I'm trying to understand Artificial Life (e.g. here for a simple background) in Computational Evolution.

I understand that in this set of methods, you set up a dynamic environment (e.g. the ecology of the environment) and then you set a series of rules; e.g.:

  • You need energy to reproduce.
  • You intake energy from food sources.
  • For nourishment, you can eat plants, animals, or steal food.
  • You must stay alive until you reproduce.
  • Every action consumes energy.
  • When you have no energy left, you die.

I think I need a set of rules that govern the survival of an artificial life. You run the environment and see what persists (there's a set of rules instead of a fitness score), and the individuals that survive are said to be successful.

I can imagine a scenario where a successful organism in this environment consumes a lot of food, reproduces, but possibly runs out of energy and dies. I'm wondering if there's ever a situation where an organism does very little (or nothing), and still be successful? I'm not sure if this question makes sense, please let me know if clarification is needed. Given the specified environment, I want to know if the most active organism will always be the most successful. The most active organism would be the one that obtains the most food/energy/reproduces the most. Or is it possible to not be the most active organism and still be successful?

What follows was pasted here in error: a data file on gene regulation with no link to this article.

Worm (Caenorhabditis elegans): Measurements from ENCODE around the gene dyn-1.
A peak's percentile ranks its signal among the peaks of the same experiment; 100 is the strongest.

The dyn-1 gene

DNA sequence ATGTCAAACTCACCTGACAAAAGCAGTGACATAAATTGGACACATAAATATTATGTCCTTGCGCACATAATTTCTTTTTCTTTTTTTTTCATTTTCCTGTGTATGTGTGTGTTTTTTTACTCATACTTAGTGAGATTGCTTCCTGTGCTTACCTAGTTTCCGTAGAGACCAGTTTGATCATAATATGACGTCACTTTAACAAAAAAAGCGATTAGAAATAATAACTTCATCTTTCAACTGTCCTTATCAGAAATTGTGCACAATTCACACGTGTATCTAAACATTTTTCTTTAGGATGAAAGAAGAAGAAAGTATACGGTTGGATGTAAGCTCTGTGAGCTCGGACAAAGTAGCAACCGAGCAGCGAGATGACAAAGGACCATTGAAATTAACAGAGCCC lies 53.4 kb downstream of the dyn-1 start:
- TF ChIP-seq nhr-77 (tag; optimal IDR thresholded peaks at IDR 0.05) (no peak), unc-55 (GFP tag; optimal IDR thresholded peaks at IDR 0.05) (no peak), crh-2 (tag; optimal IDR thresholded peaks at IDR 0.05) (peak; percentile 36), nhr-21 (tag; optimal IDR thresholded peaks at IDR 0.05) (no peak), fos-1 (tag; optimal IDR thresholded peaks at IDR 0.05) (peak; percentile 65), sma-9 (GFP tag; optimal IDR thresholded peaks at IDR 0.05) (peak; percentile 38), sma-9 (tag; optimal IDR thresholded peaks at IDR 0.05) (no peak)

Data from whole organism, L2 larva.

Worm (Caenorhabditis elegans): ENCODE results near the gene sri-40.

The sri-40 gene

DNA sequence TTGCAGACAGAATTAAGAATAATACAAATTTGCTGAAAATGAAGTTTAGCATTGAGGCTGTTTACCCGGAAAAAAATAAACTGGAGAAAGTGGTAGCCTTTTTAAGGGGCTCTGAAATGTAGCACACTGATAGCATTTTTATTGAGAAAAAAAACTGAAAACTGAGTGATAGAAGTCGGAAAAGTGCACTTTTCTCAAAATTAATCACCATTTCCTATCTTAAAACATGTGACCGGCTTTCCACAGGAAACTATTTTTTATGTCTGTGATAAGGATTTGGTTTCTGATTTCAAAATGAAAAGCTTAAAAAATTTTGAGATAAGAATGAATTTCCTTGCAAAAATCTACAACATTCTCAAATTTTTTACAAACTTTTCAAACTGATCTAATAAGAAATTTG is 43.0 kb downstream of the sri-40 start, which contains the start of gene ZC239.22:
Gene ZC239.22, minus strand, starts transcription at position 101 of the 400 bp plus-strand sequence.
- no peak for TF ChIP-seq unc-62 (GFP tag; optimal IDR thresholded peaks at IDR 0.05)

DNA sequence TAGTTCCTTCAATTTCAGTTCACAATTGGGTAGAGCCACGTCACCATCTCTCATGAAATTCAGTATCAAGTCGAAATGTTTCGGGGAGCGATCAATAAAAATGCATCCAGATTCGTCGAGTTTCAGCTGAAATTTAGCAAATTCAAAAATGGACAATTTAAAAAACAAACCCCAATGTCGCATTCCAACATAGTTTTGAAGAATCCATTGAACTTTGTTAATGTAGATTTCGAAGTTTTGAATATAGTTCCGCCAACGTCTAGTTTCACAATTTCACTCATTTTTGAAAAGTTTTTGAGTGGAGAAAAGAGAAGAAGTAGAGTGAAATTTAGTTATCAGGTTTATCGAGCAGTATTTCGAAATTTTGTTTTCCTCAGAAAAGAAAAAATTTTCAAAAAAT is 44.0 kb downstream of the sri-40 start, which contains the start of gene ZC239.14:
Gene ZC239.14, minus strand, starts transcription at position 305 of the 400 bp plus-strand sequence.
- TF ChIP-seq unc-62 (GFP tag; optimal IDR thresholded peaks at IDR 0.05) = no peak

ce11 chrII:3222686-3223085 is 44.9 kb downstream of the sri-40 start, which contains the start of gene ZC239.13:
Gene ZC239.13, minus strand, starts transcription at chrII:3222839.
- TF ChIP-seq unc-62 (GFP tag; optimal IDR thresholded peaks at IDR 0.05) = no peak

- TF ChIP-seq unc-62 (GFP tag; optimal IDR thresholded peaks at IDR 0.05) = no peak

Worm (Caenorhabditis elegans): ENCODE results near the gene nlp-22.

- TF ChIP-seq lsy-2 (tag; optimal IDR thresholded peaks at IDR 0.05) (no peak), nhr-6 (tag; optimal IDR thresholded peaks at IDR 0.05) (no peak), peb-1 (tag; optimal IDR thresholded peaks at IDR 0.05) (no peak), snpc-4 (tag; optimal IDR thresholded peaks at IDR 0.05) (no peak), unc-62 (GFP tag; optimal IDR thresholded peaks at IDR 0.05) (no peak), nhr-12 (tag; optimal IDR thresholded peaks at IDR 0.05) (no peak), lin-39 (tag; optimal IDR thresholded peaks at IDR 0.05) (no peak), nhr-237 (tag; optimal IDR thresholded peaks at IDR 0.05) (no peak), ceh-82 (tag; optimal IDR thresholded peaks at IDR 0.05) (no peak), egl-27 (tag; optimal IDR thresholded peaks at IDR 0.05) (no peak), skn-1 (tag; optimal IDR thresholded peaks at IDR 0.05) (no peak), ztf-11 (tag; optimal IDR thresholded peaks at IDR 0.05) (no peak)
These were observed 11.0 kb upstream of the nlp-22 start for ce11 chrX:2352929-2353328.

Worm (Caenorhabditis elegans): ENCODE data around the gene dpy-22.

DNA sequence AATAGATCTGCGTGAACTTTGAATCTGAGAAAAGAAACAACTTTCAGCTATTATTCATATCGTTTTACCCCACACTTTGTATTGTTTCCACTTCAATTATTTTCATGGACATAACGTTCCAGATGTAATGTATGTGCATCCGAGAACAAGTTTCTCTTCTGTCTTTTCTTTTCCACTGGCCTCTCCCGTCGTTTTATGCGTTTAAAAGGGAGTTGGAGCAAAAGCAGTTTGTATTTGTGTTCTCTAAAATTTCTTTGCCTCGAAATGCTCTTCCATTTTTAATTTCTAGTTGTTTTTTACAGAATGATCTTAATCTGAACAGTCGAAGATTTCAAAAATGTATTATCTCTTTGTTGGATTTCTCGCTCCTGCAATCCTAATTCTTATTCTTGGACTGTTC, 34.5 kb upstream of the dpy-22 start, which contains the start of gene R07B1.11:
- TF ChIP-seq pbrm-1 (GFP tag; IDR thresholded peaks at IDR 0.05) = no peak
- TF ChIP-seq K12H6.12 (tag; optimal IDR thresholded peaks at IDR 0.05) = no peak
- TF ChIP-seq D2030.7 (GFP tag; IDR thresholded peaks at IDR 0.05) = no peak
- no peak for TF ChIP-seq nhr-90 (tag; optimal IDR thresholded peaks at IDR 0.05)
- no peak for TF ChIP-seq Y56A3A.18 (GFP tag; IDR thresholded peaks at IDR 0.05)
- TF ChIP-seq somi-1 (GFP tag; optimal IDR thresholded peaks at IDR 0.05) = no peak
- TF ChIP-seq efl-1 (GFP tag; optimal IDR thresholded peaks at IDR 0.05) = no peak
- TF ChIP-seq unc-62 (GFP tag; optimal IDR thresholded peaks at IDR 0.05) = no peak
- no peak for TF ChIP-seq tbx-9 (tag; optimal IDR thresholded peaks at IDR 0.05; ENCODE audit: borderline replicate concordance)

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    $\begingroup$ beautiful thing about a complex system which you are simulating is its unpredictable ... given sufficient opportunity ( time and variability ) you will see a wide range of surprises ... essence of evolution is (1) genetic inheritance (2) diversity of offspring (3) individual organism exposure to the vagaries of the environment which determines survival or death ... its very good to have real time plots showing several different dynamics as well as instrumentation to record when predicted events happen ... have fun $\endgroup$ – Scott Stensland Dec 24 '20 at 14:09

It is entirely possible!

You see, the agents will perform whatever actions are available to them, and if the evolutionary algorithm is setup correctly, whatever set of actions provides them with a bigger survival rate will be the one that gets explored and reproduced the most.

Here is a very interesting list of "Specification Gaming" in AI, where the agents happened to "game" the rules to reach their goals (metric optimization) without actually doing what the creators intended: https://docs.google.com/spreadsheets/u/1/d/e/2PACX-1vRPiprOaC3HsCf5Tuum8bRfzYUiKLRqJmbOoC-32JorNdfyTiRRsR7Ea5eWtvsWzuxo8bjOxCG84dAg/pubhtml (second link)


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